• Aero came out as a CD, a CD with a video DVD of Anne Parillaud's eyes while listening to the album (as seen on the cover) and a CD with a 3-D video DVD of Anne Parillaud's eyes.
    • Oxygène – New Master Recording also came along with a video disc containing the Oxygène – Live in Your Living-Room performance recording.
  • The 2001 (though not the 2009) remaster of the Pet Shop Boys' Introspective includes the bonus CD Further Listening, which compiles B-sides, demos, and previously unreleased songs from the album sessions.
  • Vicious Pink's self-titled album was rereleased on CD for the first time in 2012, with the addition of various remixes of "Cccan't You See?", the extended versions of "Fetish" and "Take Me Now", and the previously-unreleased "I Confess".
  • Pink Floyd first had the 1992 box set Shine On, with eight albums and a bonus CD called The Early Singles, with the songs from the Syd Barrett era. Then in 2011, as their whole catalog was re-released, The Dark Side of the Moon, Wish You Were Here and The Wall all got both "Experience" editions adding a bonus disc (concerts in the case of the former two, work-in-progress versions for the last) and "Immersion" sets with bonus CDs, DVD-Audio versions, videos on a DVD (and in all but The Wall, both DVDs combined in a Blu-Ray), and Feelies such as scarves and marbles.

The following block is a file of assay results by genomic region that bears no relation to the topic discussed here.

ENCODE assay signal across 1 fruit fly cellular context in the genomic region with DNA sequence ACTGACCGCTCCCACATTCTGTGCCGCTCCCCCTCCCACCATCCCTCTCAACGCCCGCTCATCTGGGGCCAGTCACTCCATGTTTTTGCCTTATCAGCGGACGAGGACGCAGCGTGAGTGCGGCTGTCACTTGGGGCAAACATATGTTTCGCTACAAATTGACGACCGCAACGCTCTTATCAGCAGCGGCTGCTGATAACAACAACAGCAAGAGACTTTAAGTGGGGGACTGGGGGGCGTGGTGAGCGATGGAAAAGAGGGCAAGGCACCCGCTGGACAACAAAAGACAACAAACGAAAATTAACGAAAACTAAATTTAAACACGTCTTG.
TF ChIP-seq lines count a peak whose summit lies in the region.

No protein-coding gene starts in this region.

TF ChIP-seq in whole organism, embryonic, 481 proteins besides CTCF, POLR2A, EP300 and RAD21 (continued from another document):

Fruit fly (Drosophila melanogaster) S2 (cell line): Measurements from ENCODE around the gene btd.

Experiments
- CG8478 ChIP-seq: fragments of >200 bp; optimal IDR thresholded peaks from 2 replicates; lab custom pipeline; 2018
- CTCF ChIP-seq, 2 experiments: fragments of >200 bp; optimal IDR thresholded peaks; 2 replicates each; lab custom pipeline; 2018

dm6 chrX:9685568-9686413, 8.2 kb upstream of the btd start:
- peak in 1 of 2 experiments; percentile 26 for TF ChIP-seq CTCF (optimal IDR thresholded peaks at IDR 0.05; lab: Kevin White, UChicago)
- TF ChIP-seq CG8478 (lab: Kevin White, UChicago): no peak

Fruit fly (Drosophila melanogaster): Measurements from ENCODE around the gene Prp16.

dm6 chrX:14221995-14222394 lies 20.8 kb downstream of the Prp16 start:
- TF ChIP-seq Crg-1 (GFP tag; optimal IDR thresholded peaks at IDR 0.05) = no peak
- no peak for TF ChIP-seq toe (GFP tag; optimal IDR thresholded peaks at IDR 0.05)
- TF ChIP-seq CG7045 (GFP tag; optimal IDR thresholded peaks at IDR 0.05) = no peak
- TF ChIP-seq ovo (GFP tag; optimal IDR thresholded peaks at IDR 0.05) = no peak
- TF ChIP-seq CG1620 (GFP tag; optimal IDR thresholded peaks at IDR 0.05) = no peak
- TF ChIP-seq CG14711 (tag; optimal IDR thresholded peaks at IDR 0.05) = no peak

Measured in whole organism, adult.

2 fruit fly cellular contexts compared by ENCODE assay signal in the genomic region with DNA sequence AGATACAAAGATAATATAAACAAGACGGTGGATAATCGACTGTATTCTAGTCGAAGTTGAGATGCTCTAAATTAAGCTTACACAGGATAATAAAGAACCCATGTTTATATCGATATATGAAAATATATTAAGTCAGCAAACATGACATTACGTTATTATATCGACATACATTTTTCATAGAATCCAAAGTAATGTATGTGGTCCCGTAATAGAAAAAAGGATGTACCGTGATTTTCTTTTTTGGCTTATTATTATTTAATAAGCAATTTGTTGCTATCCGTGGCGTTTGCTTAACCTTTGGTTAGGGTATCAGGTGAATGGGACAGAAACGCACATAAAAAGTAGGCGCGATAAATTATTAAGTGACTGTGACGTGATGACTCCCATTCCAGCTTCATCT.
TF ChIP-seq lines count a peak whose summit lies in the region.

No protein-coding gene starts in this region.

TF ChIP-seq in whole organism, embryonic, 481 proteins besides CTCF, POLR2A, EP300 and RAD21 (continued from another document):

• As fitting for a band with a pirate image, a limited edition of Running Wild's album Masquerade came in a wooden box which featured the album, the Death or Glory VHS, and a treasure map. There was also an even rarer edition which came with a bottle of rum.
  • 2012's Roxy Music: The Complete Studio Recordings, released to celebrate the band's 40th anniversary. The release compiles everything the band recorded, bar live material. This includes a 2-disc set of non-album tracks, including several tracks that had never before appeared on CD. In addition to featuring superb packaging (replicating the original vinyl releases almost exactly), the tracks themselves are musically identical to the original vinyl releases as well, as they are flat transfers from the original tapes (i.e. not tampered with). Aside from a strangely muted-sounding mix of "Virginia Plain," this set might be one of the few Deluxe Box Set releases to actually fulfill their potential.